Do have a tough time getting your teen or pre-teen interested in talking about math? Well there’s a cool new website Ted Ed which takes ideas worth talking about in areas such as the arts, health, psychology as well as mathematics and creates lessons, quizzes and talking points to help kids engage more deeply with the topics.
Here are 9 engaging videos from Ted Ed featuring math ideas worth talking about. Grab your teen, pick a video and give the quizzes a go!
1. How Folding Paper Can Get You to the Moon
The incredible potential associated with exponential growth can be seen through this video that explores the simple folding of paper. Can you get to the moon when you fold one piece of paper forty-five times? Quizzes and points for discussion can be found at http://ed.ted.com/lessons/how-folding-paper-can-get-you-to-the-moon
2. How Many Universes Are There?
Chris Anderson explores how physics increases the understanding of reality itself. No one knows exactly how many universes are in existence making this a great question for teens to explore. Quizzes and points for discussion can be found at http://ed.ted.com/lessons/how-many-universes-are-there
3. Deb Roy: The birth of a word
Deb Roy, a researcher for MIT placed video camera around his home to show how a child’s language skills develop naturally over time. Watch this nice summary of over 90,000 hours of video to show how a simple “gaaaa” turns into the word “water.” Quizzes and points for discussion can be found at http://ed.ted.com/lessons/deb-roy-the-birth-of-a-word
4. Marcus du Sautoy: Symmetry Reality’s Riddle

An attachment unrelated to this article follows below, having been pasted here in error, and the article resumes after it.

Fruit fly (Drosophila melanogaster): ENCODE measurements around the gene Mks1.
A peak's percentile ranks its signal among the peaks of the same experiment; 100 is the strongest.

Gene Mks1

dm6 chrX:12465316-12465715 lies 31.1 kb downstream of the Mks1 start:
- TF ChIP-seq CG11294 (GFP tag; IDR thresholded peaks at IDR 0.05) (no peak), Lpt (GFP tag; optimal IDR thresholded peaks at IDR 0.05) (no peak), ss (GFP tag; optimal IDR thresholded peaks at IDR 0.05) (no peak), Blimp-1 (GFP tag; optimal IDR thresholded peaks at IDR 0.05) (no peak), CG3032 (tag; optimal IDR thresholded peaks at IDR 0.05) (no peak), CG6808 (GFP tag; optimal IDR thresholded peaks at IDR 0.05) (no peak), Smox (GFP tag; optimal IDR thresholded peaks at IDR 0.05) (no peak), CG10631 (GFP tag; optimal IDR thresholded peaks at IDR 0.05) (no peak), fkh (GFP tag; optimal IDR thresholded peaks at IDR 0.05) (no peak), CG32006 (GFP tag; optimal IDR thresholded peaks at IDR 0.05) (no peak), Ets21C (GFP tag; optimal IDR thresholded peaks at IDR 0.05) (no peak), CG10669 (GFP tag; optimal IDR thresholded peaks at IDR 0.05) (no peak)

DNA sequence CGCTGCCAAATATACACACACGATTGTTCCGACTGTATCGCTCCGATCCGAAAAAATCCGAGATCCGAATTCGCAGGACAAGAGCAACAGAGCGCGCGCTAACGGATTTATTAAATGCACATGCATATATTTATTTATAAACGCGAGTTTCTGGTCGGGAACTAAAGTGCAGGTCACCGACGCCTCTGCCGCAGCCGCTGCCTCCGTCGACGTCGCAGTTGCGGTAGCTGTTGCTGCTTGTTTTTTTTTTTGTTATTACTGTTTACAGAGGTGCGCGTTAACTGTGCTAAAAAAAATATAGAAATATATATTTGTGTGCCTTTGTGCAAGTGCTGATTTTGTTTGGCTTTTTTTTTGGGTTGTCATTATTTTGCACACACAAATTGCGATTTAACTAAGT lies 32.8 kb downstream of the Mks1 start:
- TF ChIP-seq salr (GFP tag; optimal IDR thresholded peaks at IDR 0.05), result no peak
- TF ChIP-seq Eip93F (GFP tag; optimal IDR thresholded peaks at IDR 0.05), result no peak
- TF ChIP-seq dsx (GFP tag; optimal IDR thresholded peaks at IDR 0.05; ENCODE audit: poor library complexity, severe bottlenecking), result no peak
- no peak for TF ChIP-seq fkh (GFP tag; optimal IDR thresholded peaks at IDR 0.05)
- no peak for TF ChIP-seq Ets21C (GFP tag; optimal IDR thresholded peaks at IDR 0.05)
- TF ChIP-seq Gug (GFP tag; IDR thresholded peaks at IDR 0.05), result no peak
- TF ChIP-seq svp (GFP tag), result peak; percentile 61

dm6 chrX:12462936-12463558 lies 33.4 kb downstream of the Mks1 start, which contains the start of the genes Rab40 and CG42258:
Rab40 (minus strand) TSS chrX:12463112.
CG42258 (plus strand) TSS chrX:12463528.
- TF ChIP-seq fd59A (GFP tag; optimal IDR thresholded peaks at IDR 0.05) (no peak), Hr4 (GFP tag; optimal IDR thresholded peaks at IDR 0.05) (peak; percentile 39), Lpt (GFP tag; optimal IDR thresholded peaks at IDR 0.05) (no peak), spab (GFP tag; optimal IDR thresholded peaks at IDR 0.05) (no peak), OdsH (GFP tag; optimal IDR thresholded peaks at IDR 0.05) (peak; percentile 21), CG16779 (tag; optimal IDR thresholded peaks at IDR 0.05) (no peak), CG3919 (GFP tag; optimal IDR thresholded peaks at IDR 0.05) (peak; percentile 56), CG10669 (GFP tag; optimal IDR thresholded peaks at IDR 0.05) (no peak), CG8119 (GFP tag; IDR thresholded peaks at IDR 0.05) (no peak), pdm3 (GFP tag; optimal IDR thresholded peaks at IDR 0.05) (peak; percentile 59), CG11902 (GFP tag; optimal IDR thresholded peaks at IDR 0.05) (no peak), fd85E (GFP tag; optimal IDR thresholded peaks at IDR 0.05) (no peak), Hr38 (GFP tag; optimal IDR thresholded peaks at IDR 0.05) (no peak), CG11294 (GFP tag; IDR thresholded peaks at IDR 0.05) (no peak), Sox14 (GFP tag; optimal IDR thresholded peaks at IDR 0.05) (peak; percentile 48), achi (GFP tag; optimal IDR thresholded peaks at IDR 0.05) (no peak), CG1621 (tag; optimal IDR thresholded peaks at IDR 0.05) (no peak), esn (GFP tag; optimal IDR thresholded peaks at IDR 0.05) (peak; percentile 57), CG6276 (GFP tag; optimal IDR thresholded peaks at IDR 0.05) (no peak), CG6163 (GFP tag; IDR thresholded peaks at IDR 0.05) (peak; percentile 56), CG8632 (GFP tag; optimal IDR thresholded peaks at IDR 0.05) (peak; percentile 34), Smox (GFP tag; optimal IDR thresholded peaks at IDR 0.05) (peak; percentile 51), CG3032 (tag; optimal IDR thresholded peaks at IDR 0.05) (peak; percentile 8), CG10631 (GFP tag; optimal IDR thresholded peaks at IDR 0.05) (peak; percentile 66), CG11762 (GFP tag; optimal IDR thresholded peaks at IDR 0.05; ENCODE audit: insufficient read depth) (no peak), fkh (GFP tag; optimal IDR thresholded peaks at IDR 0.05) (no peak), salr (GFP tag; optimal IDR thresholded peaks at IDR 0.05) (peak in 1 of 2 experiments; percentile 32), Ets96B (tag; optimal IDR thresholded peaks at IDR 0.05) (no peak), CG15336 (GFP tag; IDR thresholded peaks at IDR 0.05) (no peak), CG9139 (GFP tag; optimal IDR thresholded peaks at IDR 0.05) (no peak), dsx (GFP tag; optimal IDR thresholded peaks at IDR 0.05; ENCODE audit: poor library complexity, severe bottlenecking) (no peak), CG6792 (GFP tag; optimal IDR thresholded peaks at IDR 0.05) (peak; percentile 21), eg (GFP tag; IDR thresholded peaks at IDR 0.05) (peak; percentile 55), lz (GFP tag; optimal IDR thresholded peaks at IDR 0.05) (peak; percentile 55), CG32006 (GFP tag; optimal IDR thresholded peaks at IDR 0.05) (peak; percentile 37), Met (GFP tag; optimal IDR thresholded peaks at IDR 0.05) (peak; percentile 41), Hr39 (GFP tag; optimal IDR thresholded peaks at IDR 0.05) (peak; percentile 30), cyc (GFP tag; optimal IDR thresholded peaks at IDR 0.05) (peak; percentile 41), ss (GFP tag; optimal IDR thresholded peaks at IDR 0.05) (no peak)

From an arabesque’s dizzying beauty to subatomic particles, symmetry is what makes the world go round. Marcus du Sautory, an Oxford mathematician gives us a glimpse at what connects symmetrical objects. Quizzes and points for discussion can be found at http://ed.ted.com/lessons/marcus-du-sautoy-symmetry-reality-s-riddle.
5. Kevin Alloca: Why Videos Go Viral
YouTube’s trends manager shares his thoughts on the web’s silly videos giving four of the reasons that videos end up going viral. Quizzes and points for discussion can be found at http://ed.ted.com/lessons/kevin-alloca-why-videos-go-viral.
6. Peter Donnelly shows how stats fool juries
The mistakes that regularly occur when human beings interpret statistics are pointed out by Oxford mathematician Peter Donnelly. He also shows how devastating the impact can be when criminal trials are affected by these errors. Quizzes and points for discussion can be found at http://ed.ted.com/lessons/peter-donnelly-shows-how-stats-fool-juries.
7. Kevin Slavin: How Algorithms Shape Our World
The world is controlled by algorithms and Kevin Slavin shows us how complex programs on computers can find the price of stocks, architecture, movie scripts and tactics used in espionage. We are warned that the outcome is out of our control when we do not understand the code that we have written. Quizzes and points for discussion can be found at http://ed.ted.com/lessons/kevin-slavin-how-algorithms-shape-our-world.
8. The Beauty of Data Visualization
Simple diagrams are used to show patterns and connections not typically seen in complex sets of data such as status updates to Facebook, media buzz and military spending. Quizzes and points for discussion can be found at http://ed.ted.com/lessons/david-mccandless-the-beauty-of-data-visualization.
9. Hans Rosling shows the Best Stats You’ve Ever Seen
Hans Rosling uses the urgency and drama of a sportscaster as he lays the myths surrounding the developing world to rest by presenting data in a way you have never before seen. My personal favorite! Quizzes and points ofr discussion can be found at http://ed.ted.com/lessons/hans-rosling-shows-the-best-stats-you-ve-ever-seen.
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